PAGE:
Tampa Bay Buccaneers

20 Questions with Mike Alstott

Buccaneers.com runs Mike Alstott through the traditional 20 questions, covering such topics as the playoffs, the Pro Bowl, breaking tackles and catching tarpon

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Mike Alstott is on pace for his first 1000-yard rushing season

Buccaneers.com: The Bucs have used in a variety of formations this year, with and without lead blockers. Do you have a specific formation you like to run out of the most?

Mike Alstott: Actually, I like the fact that I get to play in all of those formations. It's kind of like college, being out there 80, 90 percent of the time. Even when you're not the one carrying or catching the ball on a play, it helps you stay in the flow of the game to be out there. I've had the opportunity to run the ball a lot more this year, which I'm happy about.

BC: You have a career-high 4.2 yards per carry so far this year. To what do you attribute that improvement?

MA: Well, again, I think that comes from running the ball a lot. More carries means more chances to break a longer run, which helps your average. If you're still running the ball in the fourth quarter, the defense is usually getting tired and you can put up some big runs up the middle. I also have to give most of the credit to our offensive line. No back in this league can have a good rushing average if his line isn't opening that initial hole. I don't care how good you are.

BC: At the pace you're on, you'll finish with right around 1,000 rushing yards this season. Is that a specific goal for you?

MA: It's not really something I've sat around and thought about. I think it would be good for the team if I got there, because that would mean our power running game was working over the last month of the season. To be honest, I'm much more focused on making the playoffs.

BC: You know, all of your touchdowns last year were on plays of six yards or shorter, while all of your TDs this year have been from 17 yards or more. Any idea why?

MA: Well, if you look at any of those plays, everybody on the offense did a great job of blocking. The line opens a big hole, which lets the fullback get to the linebacker and the receivers keep the cornerbacks away. Sometimes I've only had to beat one guy, like in Green Bay. Plus, we haven't had that many first-and-goal situations this year. We've done a lot of our scoring from long range.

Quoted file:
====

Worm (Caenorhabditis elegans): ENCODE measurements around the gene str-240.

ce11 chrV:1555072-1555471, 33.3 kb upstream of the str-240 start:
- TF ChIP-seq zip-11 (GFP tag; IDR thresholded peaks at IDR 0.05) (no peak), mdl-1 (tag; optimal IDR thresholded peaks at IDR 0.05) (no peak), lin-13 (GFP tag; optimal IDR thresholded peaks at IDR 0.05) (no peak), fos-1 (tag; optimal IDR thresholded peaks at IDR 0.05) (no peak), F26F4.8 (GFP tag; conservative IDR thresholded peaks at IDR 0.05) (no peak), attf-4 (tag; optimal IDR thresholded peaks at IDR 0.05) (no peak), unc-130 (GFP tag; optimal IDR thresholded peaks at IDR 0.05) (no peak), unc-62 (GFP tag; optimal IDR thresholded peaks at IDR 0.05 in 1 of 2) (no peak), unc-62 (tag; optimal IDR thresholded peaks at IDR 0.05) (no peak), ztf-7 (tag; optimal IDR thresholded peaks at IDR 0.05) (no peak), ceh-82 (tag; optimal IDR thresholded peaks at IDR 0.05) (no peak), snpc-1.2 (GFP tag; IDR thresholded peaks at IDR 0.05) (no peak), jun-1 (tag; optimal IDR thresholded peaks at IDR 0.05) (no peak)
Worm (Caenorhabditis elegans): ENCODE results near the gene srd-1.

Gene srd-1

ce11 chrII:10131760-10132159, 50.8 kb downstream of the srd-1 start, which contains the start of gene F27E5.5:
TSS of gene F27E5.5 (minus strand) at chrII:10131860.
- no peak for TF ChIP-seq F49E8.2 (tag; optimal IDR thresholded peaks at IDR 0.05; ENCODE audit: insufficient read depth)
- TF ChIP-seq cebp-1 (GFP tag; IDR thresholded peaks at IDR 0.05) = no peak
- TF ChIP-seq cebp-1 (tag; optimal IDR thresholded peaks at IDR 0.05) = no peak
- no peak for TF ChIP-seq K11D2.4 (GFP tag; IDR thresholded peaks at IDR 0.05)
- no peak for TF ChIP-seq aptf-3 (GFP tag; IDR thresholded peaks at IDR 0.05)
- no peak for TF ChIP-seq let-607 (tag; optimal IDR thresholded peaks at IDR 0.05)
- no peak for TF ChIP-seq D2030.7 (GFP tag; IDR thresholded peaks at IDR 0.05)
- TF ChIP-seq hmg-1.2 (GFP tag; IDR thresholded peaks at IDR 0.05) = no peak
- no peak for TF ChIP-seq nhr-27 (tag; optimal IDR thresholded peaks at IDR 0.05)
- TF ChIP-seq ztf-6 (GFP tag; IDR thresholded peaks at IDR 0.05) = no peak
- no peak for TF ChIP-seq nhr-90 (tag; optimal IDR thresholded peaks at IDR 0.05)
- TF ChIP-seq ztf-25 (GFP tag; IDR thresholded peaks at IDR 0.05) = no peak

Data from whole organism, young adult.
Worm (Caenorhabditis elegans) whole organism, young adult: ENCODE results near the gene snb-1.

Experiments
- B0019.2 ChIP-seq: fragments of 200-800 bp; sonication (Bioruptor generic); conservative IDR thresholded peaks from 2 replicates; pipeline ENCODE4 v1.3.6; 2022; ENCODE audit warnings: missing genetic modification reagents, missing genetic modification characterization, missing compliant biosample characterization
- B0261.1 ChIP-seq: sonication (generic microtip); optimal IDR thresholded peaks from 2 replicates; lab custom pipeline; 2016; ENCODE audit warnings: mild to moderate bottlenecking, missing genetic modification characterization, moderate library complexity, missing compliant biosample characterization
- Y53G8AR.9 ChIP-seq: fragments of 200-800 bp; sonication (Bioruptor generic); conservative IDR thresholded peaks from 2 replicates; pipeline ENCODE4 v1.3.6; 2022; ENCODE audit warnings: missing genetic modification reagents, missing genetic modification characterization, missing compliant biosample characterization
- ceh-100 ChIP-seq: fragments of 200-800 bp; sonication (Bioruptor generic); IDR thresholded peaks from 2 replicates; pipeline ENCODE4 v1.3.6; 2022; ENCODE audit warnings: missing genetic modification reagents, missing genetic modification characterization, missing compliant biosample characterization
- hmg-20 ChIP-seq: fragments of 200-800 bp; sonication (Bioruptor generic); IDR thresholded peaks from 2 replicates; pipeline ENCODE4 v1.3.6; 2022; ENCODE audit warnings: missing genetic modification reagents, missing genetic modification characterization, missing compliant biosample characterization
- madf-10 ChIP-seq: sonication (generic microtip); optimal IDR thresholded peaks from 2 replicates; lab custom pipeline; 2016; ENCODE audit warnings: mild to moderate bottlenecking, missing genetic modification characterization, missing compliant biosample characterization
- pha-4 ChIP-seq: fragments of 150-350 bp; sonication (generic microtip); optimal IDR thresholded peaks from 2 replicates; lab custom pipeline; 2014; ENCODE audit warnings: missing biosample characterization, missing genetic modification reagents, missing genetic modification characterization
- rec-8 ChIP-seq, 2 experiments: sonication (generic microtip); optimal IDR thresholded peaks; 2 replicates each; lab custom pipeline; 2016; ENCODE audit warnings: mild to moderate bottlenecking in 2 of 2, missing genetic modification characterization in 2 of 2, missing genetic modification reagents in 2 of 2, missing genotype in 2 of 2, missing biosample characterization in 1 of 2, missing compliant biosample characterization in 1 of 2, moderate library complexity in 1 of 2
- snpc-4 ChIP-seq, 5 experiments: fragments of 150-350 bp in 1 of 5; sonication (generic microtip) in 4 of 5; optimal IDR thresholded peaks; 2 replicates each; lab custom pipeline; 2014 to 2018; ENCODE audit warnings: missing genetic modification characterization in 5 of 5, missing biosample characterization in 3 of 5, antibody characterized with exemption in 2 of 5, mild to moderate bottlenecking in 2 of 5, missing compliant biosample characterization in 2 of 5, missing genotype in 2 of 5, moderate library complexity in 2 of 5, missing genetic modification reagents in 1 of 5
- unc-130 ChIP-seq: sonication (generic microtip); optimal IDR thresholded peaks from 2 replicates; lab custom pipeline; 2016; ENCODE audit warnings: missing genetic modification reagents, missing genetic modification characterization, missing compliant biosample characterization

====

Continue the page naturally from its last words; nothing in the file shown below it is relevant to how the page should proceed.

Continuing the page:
BC: You grew up in the Midwest. Do you like living in Florida now?

MA: You've got to love the weather. I take advantage of the chance to fish as often as I can, and obviously there's a lot of different types of fishing you can do down here. It's also nice to be practicing in December and have it be 70 degrees outside.

BC: So, fishing is your big hobby?

MA: I love being on my boat. It's like another home for me. It's very relaxing, with the waves and the quiet…there's no phone or front door. It's an unbelievable experience out on the ocean.

BC: What are you trying to catch?

MA: It depends on where and when we go out. I like to fish for tarpon…that's my big goal, to bring in a big tarpon for my wall.

BC: Is there anybody whose style your trying to emulate when you run?

MA: People have told me that my running reminds them of John Riggins. That's a big compliment, but I'm not trying to be like anybody in particular. I don't have a specific plan when I run. I'm just the type of guy that puts his shoulders down and runs hard and uses his instincts."

BC: But so many of your memorable runs are tackle-breaking carries, where you fight for extra yardage. That's pretty much your style, isn't it?

MA: Well, I do go into each run with the idea that I'm not going to let just one guy tackle me. I think I win most of those battles."

BC: Don't you think that's probably the way Riggins felt?

MA: Yes, that's true. He never gave up. He was a hard-working guy and a hard runner who loved to play football. He didn't get a lot of yards out in the open…he bulled his way for everything he gained and earned it. I think that's why so many fans liked him. It was fun to watch him refuse to go down. I'm trying to do the same thing.

BC: That's all part of the 'toughness' that people see in you on the field, the reason that a lot of Buccaneer fans enjoy watching you run. Where do you think that 'toughness' comes from?